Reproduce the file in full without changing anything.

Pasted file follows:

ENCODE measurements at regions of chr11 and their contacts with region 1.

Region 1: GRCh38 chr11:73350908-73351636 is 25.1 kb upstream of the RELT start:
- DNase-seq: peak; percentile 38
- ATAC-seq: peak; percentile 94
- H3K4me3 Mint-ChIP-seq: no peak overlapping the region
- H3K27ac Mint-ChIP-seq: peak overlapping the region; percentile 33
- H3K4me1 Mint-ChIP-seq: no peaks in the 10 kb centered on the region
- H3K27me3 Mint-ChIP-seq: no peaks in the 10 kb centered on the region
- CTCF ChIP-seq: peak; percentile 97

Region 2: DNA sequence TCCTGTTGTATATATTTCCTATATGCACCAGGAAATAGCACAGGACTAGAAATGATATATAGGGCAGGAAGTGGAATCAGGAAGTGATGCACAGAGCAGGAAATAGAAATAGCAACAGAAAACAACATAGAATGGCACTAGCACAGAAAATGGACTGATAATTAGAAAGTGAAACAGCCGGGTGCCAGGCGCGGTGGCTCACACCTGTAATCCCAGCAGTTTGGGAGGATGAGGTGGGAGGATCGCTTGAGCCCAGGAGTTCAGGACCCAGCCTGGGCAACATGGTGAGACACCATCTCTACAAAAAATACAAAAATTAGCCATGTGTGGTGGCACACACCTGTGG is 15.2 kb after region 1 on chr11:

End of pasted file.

ENCODE measurements at regions of chr11 and their contacts with region 1.

Region 1: GRCh38 chr11:73350908-73351636 is 25.1 kb upstream of the RELT start:
- DNase-seq: peak; percentile 38
- ATAC-seq: peak; percentile 94
- H3K4me3 Mint-ChIP-seq: no peak overlapping the region
- H3K27ac Mint-ChIP-seq: peak overlapping the region; percentile 33
- H3K4me1 Mint-ChIP-seq: no peaks in the 10 kb centered on the region
- H3K27me3 Mint-ChIP-seq: no peaks in the 10 kb centered on the region
- CTCF ChIP-seq: peak; percentile 97

Region 2: DNA sequence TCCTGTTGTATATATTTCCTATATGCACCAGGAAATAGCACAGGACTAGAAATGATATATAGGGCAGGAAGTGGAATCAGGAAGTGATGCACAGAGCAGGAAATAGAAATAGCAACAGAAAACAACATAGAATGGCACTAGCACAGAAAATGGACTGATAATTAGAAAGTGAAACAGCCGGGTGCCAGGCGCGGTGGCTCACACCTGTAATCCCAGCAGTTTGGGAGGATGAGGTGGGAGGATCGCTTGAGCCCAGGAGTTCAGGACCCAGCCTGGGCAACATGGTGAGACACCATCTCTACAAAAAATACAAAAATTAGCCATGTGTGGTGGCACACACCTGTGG is 15.2 kb after region 1 on chr11: